The fantasy breaks up the troubling narcissism of the diary, while the diary gives the fantasy its grounding and meaning.
Readers are treated to an overview of medieval stained glass as an art medium, an academic topic of study, and as a prized portion of the collection of the Getty.
My book review of Nancy Bilyeau’s, “The Chalice”.
A King’s Ransom is the follow up to Lionheart and tells the story of King Richard I’s imprisonment in Germany at the hands of Duke Leopold of Austria and Emperor Heinrich VI and of his battle to win back his Kingdom from his rapacious brother John.
A book that any non-academic Viking-enthusiast would love to have on their shelf or in their kitchen.
Rendfeld skillfully presents what might have been facts, and entertains the reader at the same time.
To get through this maze, Heneage employs the time proven and very useful conceit of human interest at its most personal level – a love story, not merely triangular but quadrilateral, plus the ardent love of place…
Do you like Anglo-Saxons and Vikings and a lot of gore? You’ll probably like this book. Are you French? You probably won’t.
The twenty-one story anthology features a wide array of modern and historical fiction, sci-fi and fantasy.
Love conquers all. Even the Donation of Constantine.
It is particularly useful in that it brings together much (usually) scattered information into one place and links places, events and context together. It is a useful reference book with extensive links to further information.
The Norman Conquest: The Battle of Hastings and the Fall of Anglo-Saxon England By Marc Morris Pegasus Books, 2013 ISBN: 978-1-60598-451-3 Publisher’s Description: An upstart French duke who sets out to conquer the most powerful and unified kingdom in Christendom.An invasion force on a scale not seen since the days of the Romans. One of the […]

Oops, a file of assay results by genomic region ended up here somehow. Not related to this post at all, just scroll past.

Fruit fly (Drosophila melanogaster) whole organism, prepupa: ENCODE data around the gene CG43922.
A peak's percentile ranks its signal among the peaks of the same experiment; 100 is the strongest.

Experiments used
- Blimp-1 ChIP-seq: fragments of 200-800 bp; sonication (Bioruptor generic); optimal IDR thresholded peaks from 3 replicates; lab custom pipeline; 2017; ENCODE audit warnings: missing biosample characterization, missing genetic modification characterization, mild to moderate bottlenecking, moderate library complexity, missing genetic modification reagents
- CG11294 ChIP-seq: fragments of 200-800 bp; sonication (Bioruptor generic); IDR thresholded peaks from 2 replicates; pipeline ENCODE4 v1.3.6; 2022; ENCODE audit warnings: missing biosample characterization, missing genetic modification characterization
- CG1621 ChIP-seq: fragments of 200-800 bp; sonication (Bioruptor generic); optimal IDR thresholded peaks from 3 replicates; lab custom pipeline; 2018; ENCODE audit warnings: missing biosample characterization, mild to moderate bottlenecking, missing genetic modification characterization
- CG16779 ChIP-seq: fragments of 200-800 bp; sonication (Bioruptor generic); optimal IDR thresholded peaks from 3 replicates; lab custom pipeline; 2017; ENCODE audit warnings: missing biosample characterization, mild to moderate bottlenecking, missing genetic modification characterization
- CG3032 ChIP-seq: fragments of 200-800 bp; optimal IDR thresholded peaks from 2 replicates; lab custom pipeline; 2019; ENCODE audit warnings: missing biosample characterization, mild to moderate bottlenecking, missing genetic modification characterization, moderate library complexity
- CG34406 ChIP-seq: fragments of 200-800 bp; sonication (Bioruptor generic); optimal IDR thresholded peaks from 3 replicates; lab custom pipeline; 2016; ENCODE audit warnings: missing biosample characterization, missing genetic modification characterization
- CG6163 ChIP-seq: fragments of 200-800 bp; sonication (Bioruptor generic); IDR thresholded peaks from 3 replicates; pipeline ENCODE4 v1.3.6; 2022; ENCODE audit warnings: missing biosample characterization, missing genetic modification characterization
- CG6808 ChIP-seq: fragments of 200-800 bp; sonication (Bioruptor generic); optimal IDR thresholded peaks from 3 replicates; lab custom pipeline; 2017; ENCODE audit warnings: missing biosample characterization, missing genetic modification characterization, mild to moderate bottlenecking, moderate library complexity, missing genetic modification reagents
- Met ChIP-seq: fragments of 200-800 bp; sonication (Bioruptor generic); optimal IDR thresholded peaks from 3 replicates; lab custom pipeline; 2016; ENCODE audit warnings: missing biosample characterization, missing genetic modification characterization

Many people dream of finding some long-lost treasure – to think that perhaps a chest full of gold is buried underneath their feet and that you can retrieve it with just a shovel!.
Graphic novels that focus on the medieval period are getting more and more popular – and works like Templar are a good reason why. Set during the downfall of the Templar Order in 1307, it is a historical adventure story that combines action, humour and romance with some royal politics and a mysterious treasure.
I’ve read a lot of historical novels over the last few years but I have to say that hands down, this one is at the top of my list.
A review of Patricia Bracewell’s book: Shadow on the Crown.
In the book Medievalisms: Making the Past the Present, Tison Pugh and Angela Jane Weisl recognize the enduring influence of the Middle Ages and address how medievalisms are interpreted and represented in modern culture.
BOOK REVIEW: Death Before Compline Bagwyn Books (2012) Sharan Newman This short book, DEATH BEFORE COMPLINE is a great collection of murder-mystery stories by Sharan Newman. It features the adventures of Sharan’s popular and much loved heroine, Catherine LeVendeur, a crime solving woman living in twelfth century France. The stories are chronologically ordered, starting from […]
Knowth, Ireland is the site of one the country’s most important archaeological sites: from a large neolithic grave mound to medieval and post-medieval settlements, this place offers a huge amount of evidence on Irish history.
The latest ebook from History In An Hour, The Medieval Anarchy aims to give the reader a relatively quick look at events during the reign of King Stephen (1135-1154), a period of civil war throughout the Anglo-Norman empire.
Dan Jones is an acclaimed English historian and award winning journalist.
From the Brink of the Apocalypse: Confronting Famine, War, Plague, and Death in the Later Middle Ages
Aberth writes in the tradition of Barbara Tuchman’s A Distant Mirror, both in his lively, readable style aimed at the nonspecialist and in his antiheroic, almost romantic portrayal of late medieval miseries.
Medieval Futures explores the rich variety of ways in which medieval people imagined the future, from the prophetic anticipation of the end of the world to the mundane expectation that the world would continue indefinitely, permitting ordinary human plans and provisions.
Once I got past all the unnecessary narrative, this book read like a script from a ‘Carry On’ movie: a titillating tale of lusty desires and ambition set against a religious backdrop, and heavily cloaked in the guarded innuendo of the time.